American justice plans to tackle harshly the perpetrators of violence on Capitol Hill on January 6. On Tuesday, January 12, a senior justice ministry official said authorities have already identified 170 suspects, and are anticipating “hundreds” of indictments in the coming months, some of them for “sedition”. Justice has so far retained “the simplest charges to act as quickly as possible”, such as “illegal intrusion” or “unauthorized carrying of weapons”, explained the federal prosecutor of Washington, Michael Sherwin.
But the prosecutions may be reclassified later and “we are considering retaining major crimes such as sedition and conspiracy” for the most serious acts, he added at a press conference. A cell made up of prosecutors experienced in national security and corruption cases has been formed to prepare such prosecutions, which carry sentences of up to 20 years in prison, he said.
Homemade bombs discovered near the Capitol
Hundreds of Donald Trump supporters invaded the seat of Congress in Washington on January 6, causing chaos and violence as parliamentarians certified Democrat Joe Biden’s presidential victory. The federal police immediately mobilized teams to identify the participants in this assault thanks to the many photos and videos posted on social networks. 70 people have already been indicted, including some figures of the movement such as Jake Angeli, known for his buffalo headdress, or Richard Barnett, who set foot on the office of Democratic leader in Congress Nancy Pelosi.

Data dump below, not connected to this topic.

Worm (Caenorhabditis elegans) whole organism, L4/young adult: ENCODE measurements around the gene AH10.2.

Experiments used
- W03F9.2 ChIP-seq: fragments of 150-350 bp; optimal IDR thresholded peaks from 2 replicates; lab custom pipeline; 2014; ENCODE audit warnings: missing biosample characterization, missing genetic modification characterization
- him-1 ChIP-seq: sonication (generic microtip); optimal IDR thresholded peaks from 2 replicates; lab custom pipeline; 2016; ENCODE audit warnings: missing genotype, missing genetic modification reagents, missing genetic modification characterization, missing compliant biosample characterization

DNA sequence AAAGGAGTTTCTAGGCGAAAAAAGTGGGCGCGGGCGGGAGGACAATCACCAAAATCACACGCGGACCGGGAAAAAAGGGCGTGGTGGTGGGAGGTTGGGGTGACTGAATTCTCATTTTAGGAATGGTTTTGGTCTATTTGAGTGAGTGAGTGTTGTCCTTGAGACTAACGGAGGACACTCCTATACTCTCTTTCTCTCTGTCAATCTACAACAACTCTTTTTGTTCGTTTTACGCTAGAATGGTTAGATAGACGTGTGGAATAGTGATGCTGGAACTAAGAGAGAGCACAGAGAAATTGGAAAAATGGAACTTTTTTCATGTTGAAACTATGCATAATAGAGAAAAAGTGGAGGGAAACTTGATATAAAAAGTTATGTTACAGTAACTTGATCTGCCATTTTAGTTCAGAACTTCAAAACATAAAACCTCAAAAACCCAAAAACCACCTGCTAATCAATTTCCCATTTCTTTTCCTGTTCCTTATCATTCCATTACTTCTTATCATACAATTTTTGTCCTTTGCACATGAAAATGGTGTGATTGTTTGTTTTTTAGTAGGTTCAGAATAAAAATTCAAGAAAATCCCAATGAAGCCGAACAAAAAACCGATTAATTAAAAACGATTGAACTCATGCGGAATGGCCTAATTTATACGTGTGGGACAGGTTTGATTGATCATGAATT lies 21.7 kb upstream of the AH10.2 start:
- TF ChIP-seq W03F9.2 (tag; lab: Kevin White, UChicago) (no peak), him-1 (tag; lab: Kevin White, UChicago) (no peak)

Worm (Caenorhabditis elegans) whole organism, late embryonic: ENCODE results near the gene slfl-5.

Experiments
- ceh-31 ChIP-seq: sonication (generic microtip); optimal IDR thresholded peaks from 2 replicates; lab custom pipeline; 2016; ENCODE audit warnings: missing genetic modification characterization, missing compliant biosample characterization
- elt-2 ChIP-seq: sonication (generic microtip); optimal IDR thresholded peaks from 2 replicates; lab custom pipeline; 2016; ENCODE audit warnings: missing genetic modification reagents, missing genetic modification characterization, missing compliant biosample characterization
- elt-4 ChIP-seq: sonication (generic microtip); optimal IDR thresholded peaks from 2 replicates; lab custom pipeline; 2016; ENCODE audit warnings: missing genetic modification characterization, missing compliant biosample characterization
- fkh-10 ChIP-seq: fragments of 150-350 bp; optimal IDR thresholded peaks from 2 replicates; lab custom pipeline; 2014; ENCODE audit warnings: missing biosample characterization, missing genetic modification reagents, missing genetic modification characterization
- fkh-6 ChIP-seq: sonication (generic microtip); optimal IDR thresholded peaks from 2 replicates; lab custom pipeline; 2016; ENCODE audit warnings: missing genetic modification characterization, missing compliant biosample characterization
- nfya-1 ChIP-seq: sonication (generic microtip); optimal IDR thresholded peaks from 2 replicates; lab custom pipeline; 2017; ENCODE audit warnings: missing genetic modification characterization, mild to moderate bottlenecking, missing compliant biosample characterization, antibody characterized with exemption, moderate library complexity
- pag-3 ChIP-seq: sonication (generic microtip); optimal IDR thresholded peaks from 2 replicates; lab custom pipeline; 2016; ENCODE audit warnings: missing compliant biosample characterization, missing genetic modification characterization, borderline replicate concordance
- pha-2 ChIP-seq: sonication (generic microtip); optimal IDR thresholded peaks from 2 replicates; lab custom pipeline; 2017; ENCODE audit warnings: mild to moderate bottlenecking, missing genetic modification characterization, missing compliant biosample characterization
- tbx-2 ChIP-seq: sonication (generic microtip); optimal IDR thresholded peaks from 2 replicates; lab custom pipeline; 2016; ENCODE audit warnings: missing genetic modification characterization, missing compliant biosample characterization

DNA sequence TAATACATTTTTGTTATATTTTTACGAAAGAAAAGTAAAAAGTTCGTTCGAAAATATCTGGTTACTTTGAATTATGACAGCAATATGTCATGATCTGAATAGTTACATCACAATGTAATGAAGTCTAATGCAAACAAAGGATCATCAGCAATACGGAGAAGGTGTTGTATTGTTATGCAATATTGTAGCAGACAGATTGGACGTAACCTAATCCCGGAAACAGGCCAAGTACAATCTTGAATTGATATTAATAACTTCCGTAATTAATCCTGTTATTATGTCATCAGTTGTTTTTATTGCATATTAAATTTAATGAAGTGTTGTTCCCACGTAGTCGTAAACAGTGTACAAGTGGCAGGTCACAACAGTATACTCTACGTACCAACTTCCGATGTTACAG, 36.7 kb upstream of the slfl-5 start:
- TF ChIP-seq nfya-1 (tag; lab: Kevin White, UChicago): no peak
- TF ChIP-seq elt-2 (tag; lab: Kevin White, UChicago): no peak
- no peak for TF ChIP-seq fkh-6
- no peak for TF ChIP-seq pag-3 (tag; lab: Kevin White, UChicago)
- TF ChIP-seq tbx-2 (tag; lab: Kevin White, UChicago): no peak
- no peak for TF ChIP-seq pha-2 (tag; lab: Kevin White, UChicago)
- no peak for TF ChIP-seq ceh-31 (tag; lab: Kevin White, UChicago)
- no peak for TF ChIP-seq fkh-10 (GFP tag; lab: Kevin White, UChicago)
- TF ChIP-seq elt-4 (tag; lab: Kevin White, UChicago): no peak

Homemade bombs had also been discovered near the Capitol, near the offices of the Democratic and Republican parties. “They were real, with real detonators and a retarder,” said Michael Sherwin. The investigation must determine whether it was a diversion to occupy the Capitol police at the time of the assault or a “more harmful” project.